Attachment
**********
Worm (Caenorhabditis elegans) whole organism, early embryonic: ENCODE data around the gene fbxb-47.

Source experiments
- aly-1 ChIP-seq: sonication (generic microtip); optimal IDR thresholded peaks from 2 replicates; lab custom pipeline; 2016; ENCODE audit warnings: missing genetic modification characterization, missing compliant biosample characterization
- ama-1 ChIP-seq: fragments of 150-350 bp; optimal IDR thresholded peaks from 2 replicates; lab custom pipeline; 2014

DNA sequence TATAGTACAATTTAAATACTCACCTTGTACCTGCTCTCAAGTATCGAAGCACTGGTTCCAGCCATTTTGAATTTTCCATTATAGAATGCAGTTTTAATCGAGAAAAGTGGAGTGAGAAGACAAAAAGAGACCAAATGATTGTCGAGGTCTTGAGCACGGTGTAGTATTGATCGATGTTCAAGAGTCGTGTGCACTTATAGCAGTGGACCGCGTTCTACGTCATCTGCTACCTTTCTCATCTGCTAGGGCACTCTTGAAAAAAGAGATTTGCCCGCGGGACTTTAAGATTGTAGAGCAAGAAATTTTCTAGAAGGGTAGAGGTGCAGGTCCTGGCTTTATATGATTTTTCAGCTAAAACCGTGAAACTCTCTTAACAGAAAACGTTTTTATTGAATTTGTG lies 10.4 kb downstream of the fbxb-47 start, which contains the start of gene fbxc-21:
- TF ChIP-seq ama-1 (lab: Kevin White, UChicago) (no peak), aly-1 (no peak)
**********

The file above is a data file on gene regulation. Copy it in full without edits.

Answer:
Worm (Caenorhabditis elegans) whole organism, early embryonic: ENCODE data around the gene fbxb-47.

Source experiments
- aly-1 ChIP-seq: sonication (generic microtip); optimal IDR thresholded peaks from 2 replicates; lab custom pipeline; 2016; ENCODE audit warnings: missing genetic modification characterization, missing compliant biosample characterization
- ama-1 ChIP-seq: fragments of 150-350 bp; optimal IDR thresholded peaks from 2 replicates; lab custom pipeline; 2014

DNA sequence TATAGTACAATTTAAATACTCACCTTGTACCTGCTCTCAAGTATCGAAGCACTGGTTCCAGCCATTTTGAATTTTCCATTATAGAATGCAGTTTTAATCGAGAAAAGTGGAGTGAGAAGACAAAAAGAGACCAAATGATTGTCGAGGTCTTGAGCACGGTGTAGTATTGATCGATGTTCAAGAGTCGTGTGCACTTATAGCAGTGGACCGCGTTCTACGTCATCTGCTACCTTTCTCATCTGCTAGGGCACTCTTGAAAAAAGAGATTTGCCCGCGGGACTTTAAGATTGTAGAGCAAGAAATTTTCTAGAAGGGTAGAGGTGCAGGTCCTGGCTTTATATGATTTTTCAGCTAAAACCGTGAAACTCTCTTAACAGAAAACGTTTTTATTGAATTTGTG lies 10.4 kb downstream of the fbxb-47 start, which contains the start of gene fbxc-21:
- TF ChIP-seq ama-1 (lab: Kevin White, UChicago) (no peak), aly-1 (no peak)